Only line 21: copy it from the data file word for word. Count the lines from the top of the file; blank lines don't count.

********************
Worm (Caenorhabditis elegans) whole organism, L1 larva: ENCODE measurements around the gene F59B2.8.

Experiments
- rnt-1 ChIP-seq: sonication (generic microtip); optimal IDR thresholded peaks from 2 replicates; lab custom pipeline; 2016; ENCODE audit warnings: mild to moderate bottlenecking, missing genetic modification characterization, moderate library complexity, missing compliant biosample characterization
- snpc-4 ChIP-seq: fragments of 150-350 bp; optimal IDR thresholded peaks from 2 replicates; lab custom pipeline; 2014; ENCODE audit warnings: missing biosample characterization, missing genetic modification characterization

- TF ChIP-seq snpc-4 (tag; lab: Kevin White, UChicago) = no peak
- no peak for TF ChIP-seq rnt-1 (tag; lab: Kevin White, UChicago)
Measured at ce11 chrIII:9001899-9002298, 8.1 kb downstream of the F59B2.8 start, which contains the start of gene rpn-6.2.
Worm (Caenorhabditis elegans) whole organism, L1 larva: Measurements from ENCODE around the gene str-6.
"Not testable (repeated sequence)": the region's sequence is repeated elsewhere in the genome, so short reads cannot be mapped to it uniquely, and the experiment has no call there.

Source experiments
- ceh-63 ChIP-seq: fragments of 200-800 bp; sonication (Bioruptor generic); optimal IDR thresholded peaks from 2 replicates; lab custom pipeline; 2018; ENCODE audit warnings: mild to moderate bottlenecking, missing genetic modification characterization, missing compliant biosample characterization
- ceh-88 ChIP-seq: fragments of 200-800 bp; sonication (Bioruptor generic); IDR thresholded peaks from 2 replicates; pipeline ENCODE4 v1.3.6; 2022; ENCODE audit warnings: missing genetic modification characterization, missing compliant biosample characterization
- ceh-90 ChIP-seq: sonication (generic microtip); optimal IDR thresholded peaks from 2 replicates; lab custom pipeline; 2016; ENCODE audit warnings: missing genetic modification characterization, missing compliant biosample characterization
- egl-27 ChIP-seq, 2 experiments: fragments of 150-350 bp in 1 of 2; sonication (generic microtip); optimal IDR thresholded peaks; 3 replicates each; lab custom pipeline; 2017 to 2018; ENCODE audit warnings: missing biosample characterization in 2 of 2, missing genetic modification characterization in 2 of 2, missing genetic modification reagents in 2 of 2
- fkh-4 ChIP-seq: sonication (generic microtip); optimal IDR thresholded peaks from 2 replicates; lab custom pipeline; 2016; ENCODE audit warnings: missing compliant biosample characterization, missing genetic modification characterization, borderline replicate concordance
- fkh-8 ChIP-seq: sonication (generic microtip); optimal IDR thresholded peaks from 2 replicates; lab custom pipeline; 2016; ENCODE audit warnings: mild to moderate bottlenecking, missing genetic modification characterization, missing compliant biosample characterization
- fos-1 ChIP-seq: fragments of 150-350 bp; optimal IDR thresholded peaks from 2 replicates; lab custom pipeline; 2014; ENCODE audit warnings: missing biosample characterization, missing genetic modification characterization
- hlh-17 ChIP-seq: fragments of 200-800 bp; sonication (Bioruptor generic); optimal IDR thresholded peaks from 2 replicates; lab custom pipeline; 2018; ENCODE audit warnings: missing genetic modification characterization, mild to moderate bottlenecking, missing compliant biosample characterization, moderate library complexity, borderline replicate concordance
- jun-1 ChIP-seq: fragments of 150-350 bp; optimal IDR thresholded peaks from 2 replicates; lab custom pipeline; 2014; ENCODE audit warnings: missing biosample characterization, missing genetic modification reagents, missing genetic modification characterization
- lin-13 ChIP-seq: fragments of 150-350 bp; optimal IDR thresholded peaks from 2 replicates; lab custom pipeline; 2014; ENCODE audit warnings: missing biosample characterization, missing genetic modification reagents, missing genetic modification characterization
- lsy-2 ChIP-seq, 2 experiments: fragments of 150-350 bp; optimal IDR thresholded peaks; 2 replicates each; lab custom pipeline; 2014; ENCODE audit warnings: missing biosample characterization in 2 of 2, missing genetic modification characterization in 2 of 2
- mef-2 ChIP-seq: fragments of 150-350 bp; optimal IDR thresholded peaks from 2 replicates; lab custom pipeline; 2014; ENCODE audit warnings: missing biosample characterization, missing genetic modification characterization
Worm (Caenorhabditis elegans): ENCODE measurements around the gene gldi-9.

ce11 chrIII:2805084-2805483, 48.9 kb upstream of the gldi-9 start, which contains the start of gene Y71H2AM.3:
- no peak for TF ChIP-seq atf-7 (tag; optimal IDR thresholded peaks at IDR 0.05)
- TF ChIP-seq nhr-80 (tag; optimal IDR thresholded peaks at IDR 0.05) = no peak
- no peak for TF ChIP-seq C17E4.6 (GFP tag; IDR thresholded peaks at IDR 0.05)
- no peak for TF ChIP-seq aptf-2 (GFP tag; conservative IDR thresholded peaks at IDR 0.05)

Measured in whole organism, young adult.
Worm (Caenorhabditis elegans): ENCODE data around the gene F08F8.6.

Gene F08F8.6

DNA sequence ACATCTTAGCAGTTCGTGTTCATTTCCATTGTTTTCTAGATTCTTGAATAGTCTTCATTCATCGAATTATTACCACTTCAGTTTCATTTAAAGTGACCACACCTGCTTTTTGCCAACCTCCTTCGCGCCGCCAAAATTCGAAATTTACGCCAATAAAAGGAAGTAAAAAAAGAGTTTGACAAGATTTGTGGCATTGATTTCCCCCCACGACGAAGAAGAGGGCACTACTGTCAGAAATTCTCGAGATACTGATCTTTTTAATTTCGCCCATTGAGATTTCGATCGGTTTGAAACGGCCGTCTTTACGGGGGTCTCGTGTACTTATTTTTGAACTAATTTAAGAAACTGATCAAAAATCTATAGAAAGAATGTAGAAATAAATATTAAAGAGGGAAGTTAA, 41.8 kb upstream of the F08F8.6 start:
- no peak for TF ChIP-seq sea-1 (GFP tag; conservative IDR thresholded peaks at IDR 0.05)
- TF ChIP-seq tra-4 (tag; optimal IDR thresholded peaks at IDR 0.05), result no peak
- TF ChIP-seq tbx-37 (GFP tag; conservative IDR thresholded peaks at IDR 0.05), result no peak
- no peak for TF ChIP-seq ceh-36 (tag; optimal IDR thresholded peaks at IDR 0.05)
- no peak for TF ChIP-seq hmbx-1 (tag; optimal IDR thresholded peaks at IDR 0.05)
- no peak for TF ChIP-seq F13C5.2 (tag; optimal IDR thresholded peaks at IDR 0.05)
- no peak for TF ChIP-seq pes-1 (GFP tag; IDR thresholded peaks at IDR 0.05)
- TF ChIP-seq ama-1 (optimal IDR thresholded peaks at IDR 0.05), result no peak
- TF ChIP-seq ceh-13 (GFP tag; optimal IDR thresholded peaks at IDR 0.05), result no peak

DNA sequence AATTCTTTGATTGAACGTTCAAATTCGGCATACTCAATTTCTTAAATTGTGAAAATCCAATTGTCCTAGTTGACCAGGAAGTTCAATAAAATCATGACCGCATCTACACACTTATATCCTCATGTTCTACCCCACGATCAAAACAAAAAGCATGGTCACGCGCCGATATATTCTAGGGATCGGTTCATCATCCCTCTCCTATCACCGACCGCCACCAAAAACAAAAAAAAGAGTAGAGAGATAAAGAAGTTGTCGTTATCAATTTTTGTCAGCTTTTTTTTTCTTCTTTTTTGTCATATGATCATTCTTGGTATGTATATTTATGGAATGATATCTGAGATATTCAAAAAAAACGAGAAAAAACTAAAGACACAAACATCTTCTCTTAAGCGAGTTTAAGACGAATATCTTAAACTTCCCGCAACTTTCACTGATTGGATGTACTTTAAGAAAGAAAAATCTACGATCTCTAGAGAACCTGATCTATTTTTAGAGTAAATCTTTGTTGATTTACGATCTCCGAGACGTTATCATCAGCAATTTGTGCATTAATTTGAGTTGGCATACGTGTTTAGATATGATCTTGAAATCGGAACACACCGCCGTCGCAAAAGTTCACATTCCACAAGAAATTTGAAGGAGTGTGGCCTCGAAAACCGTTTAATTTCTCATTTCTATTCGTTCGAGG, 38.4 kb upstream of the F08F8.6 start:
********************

- lsy-2 ChIP-seq, 2 experiments: fragments of 150-350 bp; optimal IDR thresholded peaks; 2 replicates each; lab custom pipeline; 2014; ENCODE audit warnings: missing biosample characterization in 2 of 2, missing genetic modification characterization in 2 of 2